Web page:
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Special Issue “Computational Methods for Fracture”

Special Issue “Computational Methods for Fracture” applied sciences Editorial Timon Rabczuk Institut für Strukturmechanik, Bauhaus University Weimar, Marienstrasse 15, 99423 Weimar, Germany; timon.rabczuk@uni-weimar.de Received: 19 August 2019; Accepted: 20 August 2019; Published: 21 August 2019 The prediction of fracture and material failure is of major importance for the safety and reliability of engineering structures and the ecient design of novel materials. Experimental testing is often cumbersome, expensive and, in certain cases, unfeasible, for instance in civil engineering when it is not possible to test the structures in the laboratory. Therefore, computational modeling of fracture and failure of engineering systems and materials has been the focus of research for many years, and there has been tremendous advancements in the past two decades with methods such as the Extended Finite Element Method (XFEM) developed in 1999, peridynamics (2000), the cracking particles method (2004) and phase field models (2009). There has also been a great deal of e ort made in developing multiscale methods for the design of new materials, such as the Extended Bridging Domain Method or the MAD method. The main focus of this book is computational methods for fracture. However, articles concerning issues related to validation, uncertainty quantification, large-scale engineering applications and constitutive modeling are also addressed. This book o ers a collection of 17 scientific papers about computational modeling of fracture [1–17]. Some manuscripts propose new computational methods or the improvement of existing cutting-edge methods for fracture. Other manuscripts apply state-of-the-art methods to challenging problems in engineering and materials science. These contributions can be classified into two categories: 1. Methods which treat the crack as strong discontinuity, such as peridynamics, scaled boundary elements or specific versions of the smoothed finite element methods applied to fracture; 2. Continuous approaches to fracture based on, for instance, phase field models or continuum damage mechanics. On the other hand, this book also o ers a wide application range where state-of-the-art techniques are employed to solve challenging engineering problems including fractures in rock, glass, and concrete. Larger systems are also studied, including subway stations due to fire, arch dams and concrete decks. References 1. Gou, Y.; Cai, Y.; Zhu, H. A Simple High-Order Shear Deformation Triangular Plate Element with Incompatible Polynomial Approximation. Appl. Sci. 2018, 8, 975. [CrossRef] 2. Schreter, M.; Neuner, M.; Hofstetter, G. Evaluation of the Implicit Gradient-Enhanced Regularization of a Damage-Plasticity Rock Model. Appl. Sci. 2018, 8, 1004. [CrossRef] 3. Li, J.; Gao, X.; Fu, X.; Wu, C.; Lin, G. A Nonlinear Crack Model for Concrete Structure Based on an Extended Scaled Boundary Finite Element Method. Appl. Sci. 2018, 8, 1067. [CrossRef] 4. Díaz, R.; Wang, H.; Mang, H.; Yuan, Y.; Pichler, B. Numerical Analysis of a Moderate Fire inside a Segment of a Subway Station. Appl. Sci. 2018, 8, 2116. [CrossRef] 5. Bian, P.; Liu, T.; Qing, H.; Gao, C. 2D Micromechanical Modeling and Simulation of Ta-Particles Reinforced Bulk Metallic Glass Matrix Composite. Appl. Sci. 2018, 8, 2192. [CrossRef] 6. Freimanis, A.; Kaewunruen, S. Peridynamic Analysis of Rail Squats. Appl. Sci. 2018, 8, 2299. [CrossRef] Appl. Sci. 2019, 9, 3455; doi:10.3390/app9173455 www.mdpi.com/journal/applsci Appl. Sci. 2019, 9, 3455 2 of 2 7. Chen, X.; Xie, W.; Xiao, Y.; Chen, Y.; Li, X. Progressive Collapse Analysis of SRC Frame-RC Core Tube Hybrid Structure. Appl. Sci. 2018, 8, 2316. [CrossRef] 8. Oucif, C.; Mauludin, L. Continuum Damage-Healing and Super Healing Mechanics in Brittle Materials: A State-of-the-Art Review. Appl. Sci. 2018, 8, 2350. [CrossRef] 9. Bhowmick, S.; Liu, G. Three Dimensional CS-FEM Phase-Field Modeling Technique for Brittle Fracture in Elastic Solids. Appl. Sci. 2018, 8, 2488. [CrossRef] 10. Lin, P.; Wei, P.; Wang, W.; Huang, H. Cracking Risk and Overall Stability Analysis of Xulong High Arch Dam: A Case Study. Appl. Sci. 2018, 8, 2555. [CrossRef] 11. Ma, H.; Shi, X.; Zhang, Y. Long-Term Behaviour of Precast Concrete Deck Using Longitudinal Prestressed Tendons in Composite I-Girder Bridges. Appl. Sci. 2018, 8, 2598. [CrossRef] 12. Zhu, Y.; Wang, X.; Deng, S.; Chen, W.; Shi, Z.; Xue, L.; Lv, M. Grouting Process Simulation Based on 3D Fracture Network Considering Fluid–Structure Interaction. Appl. Sci. 2019, 9, 667. [CrossRef] 13. Bahmani, B.; Abedi, R.; Clarke, P. A Stochastic Bulk Damage Model Based on Mohr-Coulomb Failure Criterion for Dynamic Rock Fracture. Appl. Sci. 2019, 9, 830. [CrossRef] 14. Cheng, P.; Zhuang, X.; Zhu, H.; Li, Y. The Construction of Equivalent Particle Element Models for Conditioned Sandy Pebble. Appl. Sci. 2019, 9, 1137. [CrossRef] 15. Onoda, M. Topological Photonic Media and the Possibility of Toroidal Electromagnetic Wavepackets. Appl. Sci. 2019, 9, 1468. [CrossRef] 16. Yang, Y.; Chu, S.; Chen, H. Prediction of Shape Change for Fatigue Crack in a Round Bar Using Three-Parameter Growth Circles. Appl. Sci. 2019, 9, 1751. [CrossRef] 17. Egger, A.; Pillai, U.; Agathos, K.; Kakouris, E.; Chatzi, E.; Aschroft, I.; Triantafyllou, S. Discrete and Phase Field Methods for Linear Elastic Fracture Mechanics: A Comparative Study and State-of-the-Art Review. Appl. Sci. 2019, 9, 2436. [CrossRef] © 2019 by the author. Licensee MDPI, Basel, Switzerland. This article is an open access article distributed under the terms and conditions of the Creative Commons Attribution (CC BY) license (http://creativecommons.org/licenses/by/4.0/). http://www.deepdyve.com/assets/images/DeepDyve-Logo-lg.png Applied Sciences Multidisciplinary Digital Publishing Institute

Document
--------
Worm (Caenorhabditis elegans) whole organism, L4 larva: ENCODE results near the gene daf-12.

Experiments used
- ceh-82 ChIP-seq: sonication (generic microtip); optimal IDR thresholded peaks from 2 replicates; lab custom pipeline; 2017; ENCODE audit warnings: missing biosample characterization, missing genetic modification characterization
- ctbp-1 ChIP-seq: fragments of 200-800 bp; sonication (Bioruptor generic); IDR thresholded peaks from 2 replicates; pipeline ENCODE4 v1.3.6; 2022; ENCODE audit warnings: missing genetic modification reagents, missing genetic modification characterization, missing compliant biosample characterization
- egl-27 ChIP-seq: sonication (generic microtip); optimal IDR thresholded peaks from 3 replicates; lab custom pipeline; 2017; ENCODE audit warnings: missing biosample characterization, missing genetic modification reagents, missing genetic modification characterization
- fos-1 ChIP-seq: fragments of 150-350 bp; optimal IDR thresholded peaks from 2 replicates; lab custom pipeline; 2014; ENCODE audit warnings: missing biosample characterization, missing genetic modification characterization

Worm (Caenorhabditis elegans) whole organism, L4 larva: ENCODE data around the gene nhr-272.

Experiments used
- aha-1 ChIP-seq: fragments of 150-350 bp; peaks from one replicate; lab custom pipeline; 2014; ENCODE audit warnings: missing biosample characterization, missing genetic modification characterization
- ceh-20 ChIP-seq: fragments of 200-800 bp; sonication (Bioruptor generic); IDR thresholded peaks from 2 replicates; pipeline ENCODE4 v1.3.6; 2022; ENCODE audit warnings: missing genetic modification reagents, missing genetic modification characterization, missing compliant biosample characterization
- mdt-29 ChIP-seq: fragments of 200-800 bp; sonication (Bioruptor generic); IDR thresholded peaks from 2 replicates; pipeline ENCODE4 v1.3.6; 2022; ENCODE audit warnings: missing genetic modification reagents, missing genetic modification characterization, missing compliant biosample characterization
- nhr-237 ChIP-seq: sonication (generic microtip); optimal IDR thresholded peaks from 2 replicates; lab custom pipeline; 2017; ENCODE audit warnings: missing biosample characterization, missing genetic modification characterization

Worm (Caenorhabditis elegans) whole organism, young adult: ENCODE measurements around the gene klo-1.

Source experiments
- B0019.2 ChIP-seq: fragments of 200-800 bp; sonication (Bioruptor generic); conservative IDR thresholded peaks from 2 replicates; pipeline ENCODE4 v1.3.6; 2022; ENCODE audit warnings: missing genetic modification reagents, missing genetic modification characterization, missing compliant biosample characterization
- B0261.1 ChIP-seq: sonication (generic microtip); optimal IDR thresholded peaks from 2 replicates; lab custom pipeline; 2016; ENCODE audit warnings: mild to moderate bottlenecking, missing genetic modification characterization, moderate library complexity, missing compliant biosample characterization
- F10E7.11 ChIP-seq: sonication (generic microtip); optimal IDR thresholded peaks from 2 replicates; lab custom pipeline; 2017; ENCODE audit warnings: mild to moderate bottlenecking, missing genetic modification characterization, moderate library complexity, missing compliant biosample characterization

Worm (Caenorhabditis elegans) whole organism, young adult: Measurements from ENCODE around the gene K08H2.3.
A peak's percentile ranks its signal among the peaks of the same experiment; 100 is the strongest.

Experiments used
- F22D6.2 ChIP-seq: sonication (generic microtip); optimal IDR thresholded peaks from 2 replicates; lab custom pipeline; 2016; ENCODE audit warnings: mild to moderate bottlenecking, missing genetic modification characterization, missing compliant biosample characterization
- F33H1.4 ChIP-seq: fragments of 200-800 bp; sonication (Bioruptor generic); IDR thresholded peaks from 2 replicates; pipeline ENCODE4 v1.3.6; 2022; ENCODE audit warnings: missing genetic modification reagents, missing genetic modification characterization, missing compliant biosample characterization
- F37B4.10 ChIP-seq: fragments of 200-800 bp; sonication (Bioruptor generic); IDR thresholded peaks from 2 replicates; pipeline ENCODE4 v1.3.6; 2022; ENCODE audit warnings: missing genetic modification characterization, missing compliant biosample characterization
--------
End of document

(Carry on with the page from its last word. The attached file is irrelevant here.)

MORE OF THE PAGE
Special Issue “Computational Methods for Fracture”

Applied Sciences , Volume 9 (17) – Aug 21, 2019